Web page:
Just for my own personal records, I'm going to start writing out my menus here. If you see any meals that you would like the recipe for, just email or leave a comment and I'll link to them.

Monday--crock pot green beans, new potatoes, and ham; cheddar biscuits
Tuesday--fish tacos (Ellie Kreiger recipe)
Wednesday--white chicken chili
Thursday--parmesan chicken (Real Simple recipe)
Friday--take out!

Notes to self: The boys hated the potatoes but liked the green beans that had no potato on them. Those were hard to come by after spending 8 hours together in a crock pot (the beans, not the boys.) Next time, make them separately as the boys seem to have food-mixing issues.

Wednesday, October 14, 2009

Baking Bread

I wish I could say that my only motivation for baking our bread is the pure joy that slaving away in the kitchen on behalf of my family brings me. That's part of it of course. And the smell--the smell is nice, too. And it's cheaper. Again, bonus.

But if I get right down to it, the reason I love to make our bread is because I feel like I'm stickin' (that's right--stickin'--a "g" would be inappropriate here) it to the industrial bread people and their industrial chemicals and their industrial little nutrition fact box that would lead me to believe that what I could purchase from them is actually bread. As Michael Pollan puts it, if not for the indulgence of the FDA, what is sold in those long plastic bags and twist-tied closed could not be truthfully labled so.

Not that the higher-ups at Mrs. Bairds or Orowheat are sitting at a conference table right now trying to figure out how to minimize the "Jamie Effect," but I like being able to say, even if just on this blog for all 5 of you precious people to read, I will pass, Bread Big Wigs, on your ingredients list longer than my arm, and make it myself. The fact that it is healthy, more cost-effective, and tastier is the icing on my industrial bread rebellion cake.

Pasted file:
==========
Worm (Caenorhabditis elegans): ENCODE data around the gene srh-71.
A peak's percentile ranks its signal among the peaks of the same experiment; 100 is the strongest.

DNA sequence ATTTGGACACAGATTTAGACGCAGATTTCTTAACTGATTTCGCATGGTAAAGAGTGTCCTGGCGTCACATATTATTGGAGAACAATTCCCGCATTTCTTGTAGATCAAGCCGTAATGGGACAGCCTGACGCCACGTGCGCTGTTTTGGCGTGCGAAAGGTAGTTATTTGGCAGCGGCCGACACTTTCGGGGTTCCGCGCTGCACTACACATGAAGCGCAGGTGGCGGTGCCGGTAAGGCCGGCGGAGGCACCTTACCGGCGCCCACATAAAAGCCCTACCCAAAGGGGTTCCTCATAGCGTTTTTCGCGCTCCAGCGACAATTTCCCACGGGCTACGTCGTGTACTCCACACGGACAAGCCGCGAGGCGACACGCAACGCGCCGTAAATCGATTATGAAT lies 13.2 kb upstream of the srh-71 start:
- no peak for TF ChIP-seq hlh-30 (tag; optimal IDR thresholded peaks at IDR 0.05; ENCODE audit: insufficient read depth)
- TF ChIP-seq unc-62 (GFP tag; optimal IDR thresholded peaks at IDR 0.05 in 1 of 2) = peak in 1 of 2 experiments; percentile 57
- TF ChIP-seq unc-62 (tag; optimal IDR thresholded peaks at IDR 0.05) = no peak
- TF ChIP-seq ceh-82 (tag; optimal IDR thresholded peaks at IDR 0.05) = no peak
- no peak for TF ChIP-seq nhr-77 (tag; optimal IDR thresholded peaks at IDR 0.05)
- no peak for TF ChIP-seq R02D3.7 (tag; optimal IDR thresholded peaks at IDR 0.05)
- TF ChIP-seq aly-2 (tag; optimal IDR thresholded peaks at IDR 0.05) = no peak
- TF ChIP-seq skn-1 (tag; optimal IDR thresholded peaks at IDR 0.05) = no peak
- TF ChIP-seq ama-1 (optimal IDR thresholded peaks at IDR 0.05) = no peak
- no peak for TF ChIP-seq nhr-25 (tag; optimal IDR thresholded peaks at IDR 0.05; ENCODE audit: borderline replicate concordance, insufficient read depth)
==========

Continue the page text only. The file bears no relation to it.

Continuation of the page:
And here is the recipe I use. I cannot remember where I found the original one, but I have modified this one quite a bit so hopefully no one's intellectual rights are being too badly violated.

2 pkts. dry active yeast
2 c. warm water
1/2 c. honey (I've used agave nectar too and it works, but I like it with honey better)
a little salt (maybe 1/2 t.)
1/4 c. olive oil
4 c. all purpose unbleached flour
2 c. whoel wheat flour
4 t. vital wheat gluten

In a large bowl, dissolve the honey in the water and then sprinkle the yeast on top and allow it to sit for about 10 minutes.

Next, add the salt and oil and stir to combine.

Then, work in all the flour and the vital wheat gluten. Knead it for a few minutes until it is smooth.

Place the dough in an oiled bowl and turn the dough once to make sure it is all coated in the oil. Put a towel over the bowl. If you are as fortunate as I am to still be enjoying temperatures in the 90's and 100% humidity, you can just place your bowl in the garage to rise. I hear some people turn their oven on low and place to bowl on the top of the stove. So do what you gotta do, just put it somewhere warm to rise for about an hour.

After that, punch the dough down and knead it for a few more minutes, then divide it into 2 loaves and place in well-oiled loaf pans. Preheat your oven to 350 and let the dough rise for 30 more minutes. Bake it for 25 minutes.

Of course, there are some weeks when I'm not in the mood to single-handedly bring down the corporate bread world. When that occurs, I buy Ezekiel 4:9 bread--a little pricey, but so delicious and full of healthy sprouted grains. Even rebels need a break now and then.